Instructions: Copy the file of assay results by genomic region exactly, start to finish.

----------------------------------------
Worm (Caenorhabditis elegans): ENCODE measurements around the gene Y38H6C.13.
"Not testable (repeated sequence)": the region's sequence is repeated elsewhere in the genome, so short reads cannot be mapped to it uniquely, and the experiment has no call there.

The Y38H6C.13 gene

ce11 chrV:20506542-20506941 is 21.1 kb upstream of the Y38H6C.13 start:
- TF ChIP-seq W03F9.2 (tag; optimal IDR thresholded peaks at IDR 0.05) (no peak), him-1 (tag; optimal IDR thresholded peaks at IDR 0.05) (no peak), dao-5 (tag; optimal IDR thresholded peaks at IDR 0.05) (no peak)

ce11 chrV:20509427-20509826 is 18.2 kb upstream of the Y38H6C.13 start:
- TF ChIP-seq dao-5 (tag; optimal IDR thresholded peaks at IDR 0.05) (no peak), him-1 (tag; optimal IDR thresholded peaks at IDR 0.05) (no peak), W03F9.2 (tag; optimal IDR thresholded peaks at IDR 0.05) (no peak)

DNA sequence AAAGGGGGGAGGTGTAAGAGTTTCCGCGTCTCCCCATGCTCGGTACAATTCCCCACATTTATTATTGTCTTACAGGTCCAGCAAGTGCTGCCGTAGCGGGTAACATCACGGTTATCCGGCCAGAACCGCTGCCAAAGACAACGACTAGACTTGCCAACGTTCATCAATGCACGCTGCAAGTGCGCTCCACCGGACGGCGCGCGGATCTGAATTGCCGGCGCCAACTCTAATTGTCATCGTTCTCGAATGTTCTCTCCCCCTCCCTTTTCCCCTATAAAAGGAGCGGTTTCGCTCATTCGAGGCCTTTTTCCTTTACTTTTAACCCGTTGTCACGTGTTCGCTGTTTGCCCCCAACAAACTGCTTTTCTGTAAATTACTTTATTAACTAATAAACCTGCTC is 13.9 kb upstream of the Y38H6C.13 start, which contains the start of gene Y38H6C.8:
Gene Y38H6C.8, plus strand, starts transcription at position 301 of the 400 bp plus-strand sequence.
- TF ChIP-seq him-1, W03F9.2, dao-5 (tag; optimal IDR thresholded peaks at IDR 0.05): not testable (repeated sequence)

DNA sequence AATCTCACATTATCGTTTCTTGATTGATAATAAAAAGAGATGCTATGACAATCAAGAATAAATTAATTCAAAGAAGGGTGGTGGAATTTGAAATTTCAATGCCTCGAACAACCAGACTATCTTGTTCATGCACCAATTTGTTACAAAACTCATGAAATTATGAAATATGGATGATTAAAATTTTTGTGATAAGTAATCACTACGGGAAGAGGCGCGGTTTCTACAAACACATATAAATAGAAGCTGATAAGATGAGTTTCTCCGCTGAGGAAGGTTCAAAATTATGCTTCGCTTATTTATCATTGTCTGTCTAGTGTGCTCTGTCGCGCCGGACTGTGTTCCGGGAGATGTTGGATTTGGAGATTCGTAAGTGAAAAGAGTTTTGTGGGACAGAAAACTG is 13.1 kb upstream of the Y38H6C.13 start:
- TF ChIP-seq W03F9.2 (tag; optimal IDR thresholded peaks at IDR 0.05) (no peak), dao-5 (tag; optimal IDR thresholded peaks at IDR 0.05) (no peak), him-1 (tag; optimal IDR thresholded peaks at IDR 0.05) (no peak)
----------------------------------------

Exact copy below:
Worm (Caenorhabditis elegans): ENCODE measurements around the gene Y38H6C.13.
"Not testable (repeated sequence)": the region's sequence is repeated elsewhere in the genome, so short reads cannot be mapped to it uniquely, and the experiment has no call there.

The Y38H6C.13 gene

ce11 chrV:20506542-20506941 is 21.1 kb upstream of the Y38H6C.13 start:
- TF ChIP-seq W03F9.2 (tag; optimal IDR thresholded peaks at IDR 0.05) (no peak), him-1 (tag; optimal IDR thresholded peaks at IDR 0.05) (no peak), dao-5 (tag; optimal IDR thresholded peaks at IDR 0.05) (no peak)

ce11 chrV:20509427-20509826 is 18.2 kb upstream of the Y38H6C.13 start:
- TF ChIP-seq dao-5 (tag; optimal IDR thresholded peaks at IDR 0.05) (no peak), him-1 (tag; optimal IDR thresholded peaks at IDR 0.05) (no peak), W03F9.2 (tag; optimal IDR thresholded peaks at IDR 0.05) (no peak)

DNA sequence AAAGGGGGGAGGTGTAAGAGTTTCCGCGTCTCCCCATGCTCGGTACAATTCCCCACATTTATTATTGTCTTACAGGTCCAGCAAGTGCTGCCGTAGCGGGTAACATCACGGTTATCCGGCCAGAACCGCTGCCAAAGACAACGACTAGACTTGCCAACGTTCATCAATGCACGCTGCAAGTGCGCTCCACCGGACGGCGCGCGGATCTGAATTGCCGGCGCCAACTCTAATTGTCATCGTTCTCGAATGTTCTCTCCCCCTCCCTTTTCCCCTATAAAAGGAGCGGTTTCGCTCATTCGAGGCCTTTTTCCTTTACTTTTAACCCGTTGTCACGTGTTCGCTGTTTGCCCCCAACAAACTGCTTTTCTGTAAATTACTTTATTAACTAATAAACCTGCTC is 13.9 kb upstream of the Y38H6C.13 start, which contains the start of gene Y38H6C.8:
Gene Y38H6C.8, plus strand, starts transcription at position 301 of the 400 bp plus-strand sequence.
- TF ChIP-seq him-1, W03F9.2, dao-5 (tag; optimal IDR thresholded peaks at IDR 0.05): not testable (repeated sequence)

DNA sequence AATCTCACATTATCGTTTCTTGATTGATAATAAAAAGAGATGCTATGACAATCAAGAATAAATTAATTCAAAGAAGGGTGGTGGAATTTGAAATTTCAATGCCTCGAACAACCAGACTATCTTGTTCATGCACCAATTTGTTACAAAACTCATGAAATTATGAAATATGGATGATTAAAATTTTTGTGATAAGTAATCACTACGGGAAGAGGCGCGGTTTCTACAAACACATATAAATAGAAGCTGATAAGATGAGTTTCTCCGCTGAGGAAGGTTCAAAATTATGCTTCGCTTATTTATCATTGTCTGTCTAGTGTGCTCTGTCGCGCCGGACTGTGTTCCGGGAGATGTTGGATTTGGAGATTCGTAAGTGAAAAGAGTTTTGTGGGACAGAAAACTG is 13.1 kb upstream of the Y38H6C.13 start:
- TF ChIP-seq W03F9.2 (tag; optimal IDR thresholded peaks at IDR 0.05) (no peak), dao-5 (tag; optimal IDR thresholded peaks at IDR 0.05) (no peak), him-1 (tag; optimal IDR thresholded peaks at IDR 0.05) (no peak)